One way a federal employee can get in trouble is with the Hatch Act. The rules are sometimes vague and political passions may be intense.
Periodically, a new case pops up about a federal employee who has been on the receiving end of an adverse or disciplinary action for engaging in improper political activity.
Here is the latest case. A lawyer for the Small Business Administration was an elected official for the California Green Party. Perhaps that would have been okay but he took his political passion straight to Uncle Sam’s computer keyboard and internet access portal while he was on duty.
The Office of Special Counsel (OSC) investigated and found widespread use of his government e-mail program to further his position within the party. OSC asked the Merit Systems Protection Board to enforce the prohibitions of the Hatch Act. The initial decision of the administrative judge has been issued and upholds the removal of Jeffrey Eisinger for having engaged in partisan political activity while working for the federal government.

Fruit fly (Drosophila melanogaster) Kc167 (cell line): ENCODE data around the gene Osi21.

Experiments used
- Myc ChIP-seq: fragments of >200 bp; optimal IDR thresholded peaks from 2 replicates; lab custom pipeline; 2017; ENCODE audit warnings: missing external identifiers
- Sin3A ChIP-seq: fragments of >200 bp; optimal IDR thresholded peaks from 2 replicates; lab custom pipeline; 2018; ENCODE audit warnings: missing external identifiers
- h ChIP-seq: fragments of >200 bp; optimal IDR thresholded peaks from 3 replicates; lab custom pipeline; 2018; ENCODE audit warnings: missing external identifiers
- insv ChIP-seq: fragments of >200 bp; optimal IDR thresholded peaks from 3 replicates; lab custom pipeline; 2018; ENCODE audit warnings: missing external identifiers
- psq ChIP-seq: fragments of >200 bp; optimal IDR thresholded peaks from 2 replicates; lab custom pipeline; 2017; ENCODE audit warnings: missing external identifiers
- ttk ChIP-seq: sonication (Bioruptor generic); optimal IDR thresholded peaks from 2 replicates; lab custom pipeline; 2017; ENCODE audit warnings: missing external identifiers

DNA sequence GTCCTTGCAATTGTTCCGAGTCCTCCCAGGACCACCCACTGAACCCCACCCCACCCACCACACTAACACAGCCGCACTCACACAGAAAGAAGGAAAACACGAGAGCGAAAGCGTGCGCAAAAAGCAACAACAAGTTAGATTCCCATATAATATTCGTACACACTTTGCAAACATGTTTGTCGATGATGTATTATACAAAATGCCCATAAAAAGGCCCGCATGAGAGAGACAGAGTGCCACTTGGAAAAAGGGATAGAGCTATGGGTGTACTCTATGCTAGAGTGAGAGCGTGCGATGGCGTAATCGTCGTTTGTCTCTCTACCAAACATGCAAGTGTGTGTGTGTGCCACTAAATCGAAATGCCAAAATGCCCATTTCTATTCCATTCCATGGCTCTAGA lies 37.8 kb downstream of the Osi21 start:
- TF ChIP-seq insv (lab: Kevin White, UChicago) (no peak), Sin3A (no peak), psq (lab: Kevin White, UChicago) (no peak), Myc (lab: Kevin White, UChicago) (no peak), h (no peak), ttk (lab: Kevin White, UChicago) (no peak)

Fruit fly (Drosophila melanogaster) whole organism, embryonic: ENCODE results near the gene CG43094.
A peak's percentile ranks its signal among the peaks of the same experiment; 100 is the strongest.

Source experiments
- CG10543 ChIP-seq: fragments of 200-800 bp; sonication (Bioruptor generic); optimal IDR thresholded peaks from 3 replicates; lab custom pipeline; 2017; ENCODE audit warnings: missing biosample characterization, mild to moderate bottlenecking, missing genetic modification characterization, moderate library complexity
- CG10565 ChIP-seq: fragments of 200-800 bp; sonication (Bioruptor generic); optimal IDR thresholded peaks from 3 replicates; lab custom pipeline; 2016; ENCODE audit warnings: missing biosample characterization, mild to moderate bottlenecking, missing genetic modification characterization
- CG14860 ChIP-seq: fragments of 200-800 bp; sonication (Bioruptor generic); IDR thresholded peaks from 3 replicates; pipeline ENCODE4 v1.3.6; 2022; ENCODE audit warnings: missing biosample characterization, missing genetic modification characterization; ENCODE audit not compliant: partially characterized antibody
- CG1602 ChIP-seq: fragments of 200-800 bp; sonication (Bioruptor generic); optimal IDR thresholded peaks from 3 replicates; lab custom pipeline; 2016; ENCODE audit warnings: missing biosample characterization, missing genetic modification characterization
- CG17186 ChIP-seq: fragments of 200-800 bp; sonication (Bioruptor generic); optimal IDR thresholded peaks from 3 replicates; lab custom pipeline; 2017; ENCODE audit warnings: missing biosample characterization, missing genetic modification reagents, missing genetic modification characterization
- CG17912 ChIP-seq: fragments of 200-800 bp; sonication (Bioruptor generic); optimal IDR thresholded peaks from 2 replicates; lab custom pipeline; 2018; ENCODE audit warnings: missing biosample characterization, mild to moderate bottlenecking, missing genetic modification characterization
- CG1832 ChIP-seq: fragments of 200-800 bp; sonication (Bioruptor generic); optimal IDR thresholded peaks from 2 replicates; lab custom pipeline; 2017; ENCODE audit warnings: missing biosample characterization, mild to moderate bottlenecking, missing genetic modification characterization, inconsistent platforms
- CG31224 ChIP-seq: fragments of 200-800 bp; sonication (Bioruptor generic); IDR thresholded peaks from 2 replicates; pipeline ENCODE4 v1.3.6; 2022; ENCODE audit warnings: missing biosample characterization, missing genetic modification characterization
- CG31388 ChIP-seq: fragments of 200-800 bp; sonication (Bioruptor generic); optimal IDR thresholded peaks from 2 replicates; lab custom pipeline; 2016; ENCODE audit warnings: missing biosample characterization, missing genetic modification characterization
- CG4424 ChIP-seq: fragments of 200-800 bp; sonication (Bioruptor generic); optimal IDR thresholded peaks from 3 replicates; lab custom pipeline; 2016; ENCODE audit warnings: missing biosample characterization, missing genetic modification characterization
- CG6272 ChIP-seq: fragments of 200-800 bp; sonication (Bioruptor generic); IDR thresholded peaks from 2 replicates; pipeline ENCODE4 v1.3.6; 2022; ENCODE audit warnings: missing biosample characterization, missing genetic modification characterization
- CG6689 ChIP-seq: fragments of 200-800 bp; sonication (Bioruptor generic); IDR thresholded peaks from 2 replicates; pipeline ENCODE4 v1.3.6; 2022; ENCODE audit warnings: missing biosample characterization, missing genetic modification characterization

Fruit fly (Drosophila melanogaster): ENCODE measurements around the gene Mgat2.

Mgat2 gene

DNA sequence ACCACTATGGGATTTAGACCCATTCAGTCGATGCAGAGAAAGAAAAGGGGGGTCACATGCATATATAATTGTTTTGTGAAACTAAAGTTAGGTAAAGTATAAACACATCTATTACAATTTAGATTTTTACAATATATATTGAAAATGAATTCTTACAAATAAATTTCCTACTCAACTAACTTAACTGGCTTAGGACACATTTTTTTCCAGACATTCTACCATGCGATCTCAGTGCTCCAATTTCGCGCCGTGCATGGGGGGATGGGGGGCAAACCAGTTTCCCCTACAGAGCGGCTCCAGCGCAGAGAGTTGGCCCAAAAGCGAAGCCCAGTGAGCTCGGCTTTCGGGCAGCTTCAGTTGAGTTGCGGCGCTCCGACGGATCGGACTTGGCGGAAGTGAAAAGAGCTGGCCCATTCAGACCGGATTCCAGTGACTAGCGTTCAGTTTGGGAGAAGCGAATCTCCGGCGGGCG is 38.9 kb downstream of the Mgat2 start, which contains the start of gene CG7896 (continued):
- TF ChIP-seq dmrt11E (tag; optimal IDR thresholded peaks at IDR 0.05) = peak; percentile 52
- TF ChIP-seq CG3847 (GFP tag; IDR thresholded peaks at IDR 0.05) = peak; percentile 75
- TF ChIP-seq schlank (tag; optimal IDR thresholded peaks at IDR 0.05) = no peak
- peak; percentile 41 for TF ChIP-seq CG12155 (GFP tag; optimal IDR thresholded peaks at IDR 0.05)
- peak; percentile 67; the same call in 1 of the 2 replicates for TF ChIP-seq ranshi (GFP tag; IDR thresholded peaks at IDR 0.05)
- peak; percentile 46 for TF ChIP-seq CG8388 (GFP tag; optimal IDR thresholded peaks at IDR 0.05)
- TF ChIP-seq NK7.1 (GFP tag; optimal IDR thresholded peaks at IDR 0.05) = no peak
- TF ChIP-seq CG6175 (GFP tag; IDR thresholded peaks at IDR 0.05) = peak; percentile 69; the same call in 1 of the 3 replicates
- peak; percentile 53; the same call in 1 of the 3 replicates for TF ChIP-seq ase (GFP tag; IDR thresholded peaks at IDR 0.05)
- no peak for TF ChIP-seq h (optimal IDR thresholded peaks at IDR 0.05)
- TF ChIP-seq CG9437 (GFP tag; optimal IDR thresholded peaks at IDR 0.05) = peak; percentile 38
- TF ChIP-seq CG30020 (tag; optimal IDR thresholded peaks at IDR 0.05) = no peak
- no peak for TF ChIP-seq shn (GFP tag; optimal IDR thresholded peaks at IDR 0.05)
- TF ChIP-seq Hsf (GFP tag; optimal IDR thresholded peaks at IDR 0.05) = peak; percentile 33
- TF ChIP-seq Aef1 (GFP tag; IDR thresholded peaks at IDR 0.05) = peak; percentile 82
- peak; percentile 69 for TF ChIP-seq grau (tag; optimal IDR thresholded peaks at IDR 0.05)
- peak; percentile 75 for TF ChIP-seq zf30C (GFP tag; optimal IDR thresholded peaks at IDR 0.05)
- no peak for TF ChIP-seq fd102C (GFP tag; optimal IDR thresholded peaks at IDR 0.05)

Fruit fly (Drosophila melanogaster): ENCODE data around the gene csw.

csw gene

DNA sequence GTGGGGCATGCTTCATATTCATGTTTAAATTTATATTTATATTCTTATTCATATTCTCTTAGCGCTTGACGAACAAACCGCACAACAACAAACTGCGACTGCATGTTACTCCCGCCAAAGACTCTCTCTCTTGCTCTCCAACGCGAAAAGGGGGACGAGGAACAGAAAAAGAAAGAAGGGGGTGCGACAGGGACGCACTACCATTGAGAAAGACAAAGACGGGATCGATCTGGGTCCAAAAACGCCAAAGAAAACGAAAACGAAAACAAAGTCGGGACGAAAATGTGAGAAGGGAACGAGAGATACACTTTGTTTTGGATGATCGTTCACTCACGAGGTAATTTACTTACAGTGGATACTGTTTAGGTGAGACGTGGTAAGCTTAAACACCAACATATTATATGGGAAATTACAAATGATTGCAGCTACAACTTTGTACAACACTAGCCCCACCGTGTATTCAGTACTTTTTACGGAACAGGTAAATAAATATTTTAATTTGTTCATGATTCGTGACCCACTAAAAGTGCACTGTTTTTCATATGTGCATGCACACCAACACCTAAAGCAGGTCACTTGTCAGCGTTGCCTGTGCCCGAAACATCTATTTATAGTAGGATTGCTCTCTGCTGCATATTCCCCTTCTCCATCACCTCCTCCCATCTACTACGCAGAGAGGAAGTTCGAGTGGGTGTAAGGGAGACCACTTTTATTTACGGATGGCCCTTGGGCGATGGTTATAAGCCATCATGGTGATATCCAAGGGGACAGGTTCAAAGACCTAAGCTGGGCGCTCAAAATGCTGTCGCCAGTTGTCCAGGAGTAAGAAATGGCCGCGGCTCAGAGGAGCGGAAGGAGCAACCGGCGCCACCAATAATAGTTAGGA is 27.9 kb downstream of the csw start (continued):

In his 22-page initial decision, the administrative judge found that over a three-year period, the federal employee had received, read, drafted or sent more than 100 emails through his government computer that were directed toward the success of the Green Party.
The emails concerned topics such as party fundraising opportunities, outreach and recruitment plans, internal drafts of various party platforms, and the planning of a state-wide Green Party political convention. The conclusion: “Eisinger’s political activities at work and in his government office were continual and significant.”
The AJ concluded that Eisinger knew the Hatch Act prohibited federal employees from engaging in partisan political activity while at work. He also concluded that Eisinger had assured his supervisor he would not entangle the agency in any ethical or Hatch Act issues.
Eisinger had earlier been suspended by SBA for misuse of the government email system.
Eisinger can still appeal his removal to the full Board if he chooses to do so.
In a press release, Special Counsel Scott Bloch was quoted: “Technology has wrought many changes in recent years, from horse-drawn carriages to whistle-stop campaigning to email to internet fundraising. However, it remains the law that government resources must not be used for political activities. Whether it’s old-school low-tech or new-school hi-tech, the Hatch Act remains an important principle our office is dedicated to enforcing.”